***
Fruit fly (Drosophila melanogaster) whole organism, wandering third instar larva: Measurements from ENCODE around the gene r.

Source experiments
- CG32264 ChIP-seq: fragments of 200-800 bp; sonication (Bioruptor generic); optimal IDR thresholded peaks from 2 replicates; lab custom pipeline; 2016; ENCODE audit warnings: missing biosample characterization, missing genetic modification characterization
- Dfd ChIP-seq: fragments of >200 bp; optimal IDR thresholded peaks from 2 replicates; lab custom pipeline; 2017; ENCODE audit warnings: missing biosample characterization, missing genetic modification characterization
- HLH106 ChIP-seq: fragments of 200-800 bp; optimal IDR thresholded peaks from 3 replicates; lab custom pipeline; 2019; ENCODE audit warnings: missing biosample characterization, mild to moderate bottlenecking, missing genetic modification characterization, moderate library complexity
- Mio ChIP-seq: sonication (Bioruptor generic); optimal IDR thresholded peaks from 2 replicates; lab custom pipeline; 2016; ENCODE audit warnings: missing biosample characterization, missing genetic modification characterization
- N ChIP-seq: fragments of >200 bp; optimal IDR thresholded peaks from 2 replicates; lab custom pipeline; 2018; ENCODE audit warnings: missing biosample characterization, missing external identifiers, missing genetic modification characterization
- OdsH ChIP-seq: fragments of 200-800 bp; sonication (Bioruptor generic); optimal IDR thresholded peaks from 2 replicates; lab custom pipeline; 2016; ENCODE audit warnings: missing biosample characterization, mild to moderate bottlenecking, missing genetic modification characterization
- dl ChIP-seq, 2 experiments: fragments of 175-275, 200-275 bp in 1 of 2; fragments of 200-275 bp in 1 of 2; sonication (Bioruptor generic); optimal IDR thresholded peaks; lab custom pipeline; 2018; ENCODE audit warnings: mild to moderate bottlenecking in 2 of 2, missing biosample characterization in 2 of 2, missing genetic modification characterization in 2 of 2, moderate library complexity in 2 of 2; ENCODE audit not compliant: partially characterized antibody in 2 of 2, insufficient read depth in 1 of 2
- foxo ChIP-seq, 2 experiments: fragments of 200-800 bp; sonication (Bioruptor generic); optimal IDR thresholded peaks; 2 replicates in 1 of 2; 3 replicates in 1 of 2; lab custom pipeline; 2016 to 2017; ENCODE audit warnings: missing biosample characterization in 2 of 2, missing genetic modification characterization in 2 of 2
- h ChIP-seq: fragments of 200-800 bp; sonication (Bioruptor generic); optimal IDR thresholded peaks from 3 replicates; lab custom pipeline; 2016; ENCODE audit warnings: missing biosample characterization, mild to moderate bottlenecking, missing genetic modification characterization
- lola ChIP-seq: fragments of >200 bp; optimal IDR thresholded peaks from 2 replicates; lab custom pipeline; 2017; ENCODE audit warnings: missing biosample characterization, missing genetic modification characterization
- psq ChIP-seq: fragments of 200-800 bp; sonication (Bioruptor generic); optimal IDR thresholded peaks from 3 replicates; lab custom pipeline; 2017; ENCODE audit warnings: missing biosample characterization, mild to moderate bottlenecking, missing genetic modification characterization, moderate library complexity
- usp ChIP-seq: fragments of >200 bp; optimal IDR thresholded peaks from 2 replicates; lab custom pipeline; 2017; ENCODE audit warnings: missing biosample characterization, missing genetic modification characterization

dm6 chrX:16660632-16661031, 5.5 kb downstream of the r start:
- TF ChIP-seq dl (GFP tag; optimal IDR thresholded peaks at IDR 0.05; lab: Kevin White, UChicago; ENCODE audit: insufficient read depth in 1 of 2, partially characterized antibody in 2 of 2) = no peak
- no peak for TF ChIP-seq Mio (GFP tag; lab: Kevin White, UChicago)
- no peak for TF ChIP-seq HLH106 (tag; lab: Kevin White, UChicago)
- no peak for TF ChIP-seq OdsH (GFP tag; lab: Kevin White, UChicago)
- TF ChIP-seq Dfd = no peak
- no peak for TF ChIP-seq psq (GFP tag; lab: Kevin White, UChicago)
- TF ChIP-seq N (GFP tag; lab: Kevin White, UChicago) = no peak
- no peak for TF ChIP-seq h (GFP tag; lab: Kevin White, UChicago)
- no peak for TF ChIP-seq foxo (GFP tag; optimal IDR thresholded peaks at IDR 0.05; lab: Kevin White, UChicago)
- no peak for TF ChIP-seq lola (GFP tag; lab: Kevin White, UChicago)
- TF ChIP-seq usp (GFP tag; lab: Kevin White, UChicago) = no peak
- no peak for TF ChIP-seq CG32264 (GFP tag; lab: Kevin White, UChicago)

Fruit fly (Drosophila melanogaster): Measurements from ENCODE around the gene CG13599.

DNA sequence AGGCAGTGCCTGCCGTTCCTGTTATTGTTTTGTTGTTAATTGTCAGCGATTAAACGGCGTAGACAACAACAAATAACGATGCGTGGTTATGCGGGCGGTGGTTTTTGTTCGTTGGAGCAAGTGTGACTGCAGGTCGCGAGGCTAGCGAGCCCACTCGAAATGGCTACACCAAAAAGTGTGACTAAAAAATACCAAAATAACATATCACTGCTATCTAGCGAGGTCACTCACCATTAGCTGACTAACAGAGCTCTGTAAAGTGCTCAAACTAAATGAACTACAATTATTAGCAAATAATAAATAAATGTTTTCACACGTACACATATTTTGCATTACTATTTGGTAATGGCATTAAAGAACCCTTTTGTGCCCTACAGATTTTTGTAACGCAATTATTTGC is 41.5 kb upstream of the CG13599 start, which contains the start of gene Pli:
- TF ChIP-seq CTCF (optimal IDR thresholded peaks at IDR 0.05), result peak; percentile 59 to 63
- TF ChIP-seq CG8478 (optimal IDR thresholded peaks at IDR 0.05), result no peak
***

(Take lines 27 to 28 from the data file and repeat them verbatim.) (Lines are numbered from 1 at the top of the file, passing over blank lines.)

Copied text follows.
- no peak for TF ChIP-seq CG32264 (GFP tag; lab: Kevin White, UChicago)

Fruit fly (Drosophila melanogaster): Measurements from ENCODE around the gene CG13599.